“Walt liked the way we worked because we thought ‘story’,” Richard says. “When we first wrote songs about the pictures the artists had drawn, we’d plot out why the song was happening, what period and style the music would be in and everything.”

When they were working on The Parent Trap (in 1961 – way before the 1998 remake starring Lindsay Lohan), Walt assigned them to write a song that the parents of the little twin girls in the movie fell in love to.

“If the picture came out in 1961 and the girls were 13 years old, that means the parents met and fell in love around the late 1940s,” Richard remembers, “so we asked ourselves who’d been popular at the time and wrote a song in that style that was very melodic and sweet. So because we thought of the music fitting into the story, he put us down for every story meeting from the very beginning.”

Disney’s version

The Jungle Book was a collection of short stories published by author Rudyard Kipling in 1894 that connected the stories of Mowgli and his friends in the jungles of India, where Kipling had spent some of his childhood.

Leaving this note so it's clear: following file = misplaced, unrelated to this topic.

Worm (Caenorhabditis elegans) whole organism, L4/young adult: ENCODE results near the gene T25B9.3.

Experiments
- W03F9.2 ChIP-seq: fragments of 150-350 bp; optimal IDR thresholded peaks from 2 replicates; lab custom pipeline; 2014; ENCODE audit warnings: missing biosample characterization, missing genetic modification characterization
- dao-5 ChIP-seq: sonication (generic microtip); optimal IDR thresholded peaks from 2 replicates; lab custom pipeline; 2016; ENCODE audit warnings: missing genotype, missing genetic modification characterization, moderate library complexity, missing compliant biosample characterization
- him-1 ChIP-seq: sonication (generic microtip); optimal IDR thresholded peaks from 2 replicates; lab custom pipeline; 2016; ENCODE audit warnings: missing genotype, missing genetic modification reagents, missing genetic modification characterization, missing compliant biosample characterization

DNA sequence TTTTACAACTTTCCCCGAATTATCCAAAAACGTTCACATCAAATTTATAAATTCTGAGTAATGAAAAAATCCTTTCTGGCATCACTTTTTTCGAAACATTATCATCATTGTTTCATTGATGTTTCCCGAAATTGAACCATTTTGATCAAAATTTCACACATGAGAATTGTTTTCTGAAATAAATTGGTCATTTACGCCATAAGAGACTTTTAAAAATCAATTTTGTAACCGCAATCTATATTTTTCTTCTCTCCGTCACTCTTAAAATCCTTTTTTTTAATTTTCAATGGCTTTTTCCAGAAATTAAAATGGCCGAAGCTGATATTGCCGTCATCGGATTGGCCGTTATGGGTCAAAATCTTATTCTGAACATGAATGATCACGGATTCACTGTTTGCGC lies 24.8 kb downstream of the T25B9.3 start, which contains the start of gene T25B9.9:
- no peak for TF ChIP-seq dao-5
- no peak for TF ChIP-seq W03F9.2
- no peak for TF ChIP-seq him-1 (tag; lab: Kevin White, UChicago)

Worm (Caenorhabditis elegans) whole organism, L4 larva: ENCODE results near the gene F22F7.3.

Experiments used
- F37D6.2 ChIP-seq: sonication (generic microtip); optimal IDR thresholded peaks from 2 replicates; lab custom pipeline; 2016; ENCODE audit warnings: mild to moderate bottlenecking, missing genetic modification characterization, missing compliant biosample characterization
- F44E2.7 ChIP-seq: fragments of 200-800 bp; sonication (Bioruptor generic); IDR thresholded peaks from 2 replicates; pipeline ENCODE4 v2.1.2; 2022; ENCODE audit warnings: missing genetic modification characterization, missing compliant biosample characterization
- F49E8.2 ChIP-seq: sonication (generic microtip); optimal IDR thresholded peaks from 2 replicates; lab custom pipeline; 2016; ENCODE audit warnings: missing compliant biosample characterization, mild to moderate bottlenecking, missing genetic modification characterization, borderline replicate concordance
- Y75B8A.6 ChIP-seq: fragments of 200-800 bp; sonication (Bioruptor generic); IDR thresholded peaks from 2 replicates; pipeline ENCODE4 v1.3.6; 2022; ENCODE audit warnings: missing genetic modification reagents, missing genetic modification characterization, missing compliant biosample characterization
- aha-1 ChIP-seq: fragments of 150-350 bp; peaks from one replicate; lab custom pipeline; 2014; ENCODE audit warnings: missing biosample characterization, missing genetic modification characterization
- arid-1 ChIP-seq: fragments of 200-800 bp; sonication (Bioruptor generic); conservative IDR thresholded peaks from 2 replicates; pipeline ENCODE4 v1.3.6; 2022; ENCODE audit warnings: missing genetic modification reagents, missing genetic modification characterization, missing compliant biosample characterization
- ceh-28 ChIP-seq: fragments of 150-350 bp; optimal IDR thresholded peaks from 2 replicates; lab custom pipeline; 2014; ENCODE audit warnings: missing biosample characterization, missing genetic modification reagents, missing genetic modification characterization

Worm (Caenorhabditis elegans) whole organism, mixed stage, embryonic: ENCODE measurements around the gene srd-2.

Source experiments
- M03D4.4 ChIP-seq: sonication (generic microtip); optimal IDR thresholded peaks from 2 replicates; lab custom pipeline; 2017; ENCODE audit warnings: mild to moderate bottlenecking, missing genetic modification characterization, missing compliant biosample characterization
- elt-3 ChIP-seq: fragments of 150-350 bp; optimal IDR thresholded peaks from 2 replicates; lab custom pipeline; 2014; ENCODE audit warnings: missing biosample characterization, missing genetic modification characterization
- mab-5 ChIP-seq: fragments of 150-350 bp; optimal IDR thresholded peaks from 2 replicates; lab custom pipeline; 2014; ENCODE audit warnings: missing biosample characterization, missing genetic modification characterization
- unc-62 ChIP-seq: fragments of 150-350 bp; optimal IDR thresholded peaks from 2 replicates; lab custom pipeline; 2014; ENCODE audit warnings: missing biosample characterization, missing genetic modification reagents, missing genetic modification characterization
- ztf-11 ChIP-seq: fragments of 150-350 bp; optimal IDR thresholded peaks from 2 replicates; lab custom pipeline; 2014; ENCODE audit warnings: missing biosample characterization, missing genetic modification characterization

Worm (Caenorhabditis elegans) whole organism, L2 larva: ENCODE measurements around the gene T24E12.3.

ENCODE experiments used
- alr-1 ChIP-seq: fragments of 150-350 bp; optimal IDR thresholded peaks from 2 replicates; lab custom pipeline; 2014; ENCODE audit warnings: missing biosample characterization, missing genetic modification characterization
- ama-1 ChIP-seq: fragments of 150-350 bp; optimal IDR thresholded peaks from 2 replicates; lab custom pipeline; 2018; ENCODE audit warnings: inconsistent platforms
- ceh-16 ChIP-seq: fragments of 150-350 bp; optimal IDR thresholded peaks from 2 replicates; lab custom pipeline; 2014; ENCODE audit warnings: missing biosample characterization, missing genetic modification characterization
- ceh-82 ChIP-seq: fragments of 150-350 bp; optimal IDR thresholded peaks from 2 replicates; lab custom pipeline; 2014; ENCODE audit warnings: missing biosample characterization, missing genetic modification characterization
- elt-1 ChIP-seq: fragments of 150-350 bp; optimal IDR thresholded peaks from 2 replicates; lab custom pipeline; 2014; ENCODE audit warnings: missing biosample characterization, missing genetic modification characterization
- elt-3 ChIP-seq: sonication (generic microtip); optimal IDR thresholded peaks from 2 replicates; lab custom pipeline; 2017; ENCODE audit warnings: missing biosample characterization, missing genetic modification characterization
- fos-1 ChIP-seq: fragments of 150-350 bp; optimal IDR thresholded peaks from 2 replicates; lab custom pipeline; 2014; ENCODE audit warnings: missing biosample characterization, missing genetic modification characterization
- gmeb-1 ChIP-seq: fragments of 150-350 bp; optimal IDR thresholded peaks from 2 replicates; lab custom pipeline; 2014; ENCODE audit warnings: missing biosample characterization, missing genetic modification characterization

Walt Disney liked the story that connected everything, but Richard says it was murky, dark and pretty scary. “It’s not what Walt wanted but he loved the idea of a boy raised from babyhood by a pack of wolves who learns the ways of the animals,” he remembers. “It’s a wonderful story and Walt wanted to make his own version. He wanted to have fun with the same idea of a little boy and all these strange and bizarre characters.”

Richard, his brother Robert, Walt and the artists rewrote the story from scratch. One thing they definitely changed was the scene where the king of the apes kidnaps Mowgli away from Baloo. “It was really terrifying in the book!” Richard says. “Baloo and Mowgli had become friends and all of a sudden these apes snatch Mowgli away. There was nothing fun about it but we decided we were going to have fun with it. Walt’s instructions was always ‘find the fun in it’.”

And they did, writing one of the most classic songs in the history of Disney, where the orangutan king serenades Mowgli and his subjects with I Wanna be Like You.

It’s all in the characters

The movie had all the major characters from the book, and some minor ones too. But the Sherman Brothers, Walt and the artists gave them very special features that make them more human and in many cases, much funnier.

Hathi, leader of the elephant herd, was re-imagined as Colonel Hathi, a very proud retired soldier who leads his fellow elephants in a military-style march.

The biggest band in the world when The Jungle Book was in production was The Beatles, so when the story called for a barbershop quartet of singing vultures, the artists gave them the distinctive mop-top hairstyles the Beatles were making famous at the time.